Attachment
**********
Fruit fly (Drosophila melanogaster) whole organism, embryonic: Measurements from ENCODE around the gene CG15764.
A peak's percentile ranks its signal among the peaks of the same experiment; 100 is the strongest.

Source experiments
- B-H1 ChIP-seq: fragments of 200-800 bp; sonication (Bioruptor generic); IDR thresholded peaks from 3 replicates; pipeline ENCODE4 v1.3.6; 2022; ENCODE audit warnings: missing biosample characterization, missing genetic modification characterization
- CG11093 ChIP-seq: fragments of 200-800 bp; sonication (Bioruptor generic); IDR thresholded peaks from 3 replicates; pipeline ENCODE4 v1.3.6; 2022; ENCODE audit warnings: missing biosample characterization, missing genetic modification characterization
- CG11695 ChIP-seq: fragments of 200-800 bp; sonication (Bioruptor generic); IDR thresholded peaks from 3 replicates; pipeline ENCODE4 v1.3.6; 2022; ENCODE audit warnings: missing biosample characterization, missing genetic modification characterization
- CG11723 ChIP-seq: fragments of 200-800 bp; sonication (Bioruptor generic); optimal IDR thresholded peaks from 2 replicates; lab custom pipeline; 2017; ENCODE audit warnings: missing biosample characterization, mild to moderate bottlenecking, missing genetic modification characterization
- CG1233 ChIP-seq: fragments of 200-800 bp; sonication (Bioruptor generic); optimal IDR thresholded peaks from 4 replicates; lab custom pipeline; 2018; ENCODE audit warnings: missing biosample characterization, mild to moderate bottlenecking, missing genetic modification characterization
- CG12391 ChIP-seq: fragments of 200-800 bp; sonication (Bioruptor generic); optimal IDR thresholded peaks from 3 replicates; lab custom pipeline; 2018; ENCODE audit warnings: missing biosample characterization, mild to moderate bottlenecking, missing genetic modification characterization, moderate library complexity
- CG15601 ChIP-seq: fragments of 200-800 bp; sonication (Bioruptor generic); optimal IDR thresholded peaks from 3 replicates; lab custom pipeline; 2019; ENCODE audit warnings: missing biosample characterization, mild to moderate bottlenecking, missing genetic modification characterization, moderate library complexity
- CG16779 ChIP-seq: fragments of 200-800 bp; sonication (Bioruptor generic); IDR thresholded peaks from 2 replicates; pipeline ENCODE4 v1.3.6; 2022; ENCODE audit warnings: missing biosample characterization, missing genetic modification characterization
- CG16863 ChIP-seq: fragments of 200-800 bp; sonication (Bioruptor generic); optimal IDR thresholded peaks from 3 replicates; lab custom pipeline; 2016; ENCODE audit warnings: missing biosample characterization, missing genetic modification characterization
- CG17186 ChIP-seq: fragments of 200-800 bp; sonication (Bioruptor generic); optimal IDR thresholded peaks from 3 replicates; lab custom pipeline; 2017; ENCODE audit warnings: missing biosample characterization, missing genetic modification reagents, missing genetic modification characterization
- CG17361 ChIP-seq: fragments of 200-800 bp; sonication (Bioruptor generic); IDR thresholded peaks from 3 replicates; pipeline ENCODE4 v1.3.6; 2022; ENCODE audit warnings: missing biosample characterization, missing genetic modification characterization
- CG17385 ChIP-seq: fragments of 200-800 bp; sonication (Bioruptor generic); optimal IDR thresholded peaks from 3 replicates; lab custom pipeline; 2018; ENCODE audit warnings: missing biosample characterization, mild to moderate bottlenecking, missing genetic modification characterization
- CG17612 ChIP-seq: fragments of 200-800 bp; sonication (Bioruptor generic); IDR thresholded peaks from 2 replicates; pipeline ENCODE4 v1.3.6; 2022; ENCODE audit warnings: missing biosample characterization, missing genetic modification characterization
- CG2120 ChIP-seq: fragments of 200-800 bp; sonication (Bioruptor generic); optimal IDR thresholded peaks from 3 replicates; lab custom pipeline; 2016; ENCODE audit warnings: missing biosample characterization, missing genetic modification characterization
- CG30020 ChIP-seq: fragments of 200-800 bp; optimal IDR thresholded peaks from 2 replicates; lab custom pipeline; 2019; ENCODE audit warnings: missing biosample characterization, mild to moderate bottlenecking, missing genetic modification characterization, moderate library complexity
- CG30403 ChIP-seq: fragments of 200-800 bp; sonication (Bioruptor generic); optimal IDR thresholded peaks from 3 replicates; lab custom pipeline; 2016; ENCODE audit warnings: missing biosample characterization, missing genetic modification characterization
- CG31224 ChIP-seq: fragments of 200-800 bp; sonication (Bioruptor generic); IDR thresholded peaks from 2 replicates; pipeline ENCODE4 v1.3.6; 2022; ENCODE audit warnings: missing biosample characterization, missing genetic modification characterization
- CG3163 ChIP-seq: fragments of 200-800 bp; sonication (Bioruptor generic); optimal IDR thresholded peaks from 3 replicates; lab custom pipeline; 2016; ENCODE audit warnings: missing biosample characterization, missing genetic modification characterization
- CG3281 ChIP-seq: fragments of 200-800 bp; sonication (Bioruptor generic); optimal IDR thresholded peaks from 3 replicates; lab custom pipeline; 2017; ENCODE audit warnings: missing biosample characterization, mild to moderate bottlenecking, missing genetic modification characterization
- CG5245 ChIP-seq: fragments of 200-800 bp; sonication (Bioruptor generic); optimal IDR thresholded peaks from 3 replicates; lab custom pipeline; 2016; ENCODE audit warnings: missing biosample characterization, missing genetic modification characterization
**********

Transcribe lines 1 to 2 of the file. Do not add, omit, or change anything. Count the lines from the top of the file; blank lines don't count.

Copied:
Fruit fly (Drosophila melanogaster) whole organism, embryonic: Measurements from ENCODE around the gene CG15764.
A peak's percentile ranks its signal among the peaks of the same experiment; 100 is the strongest.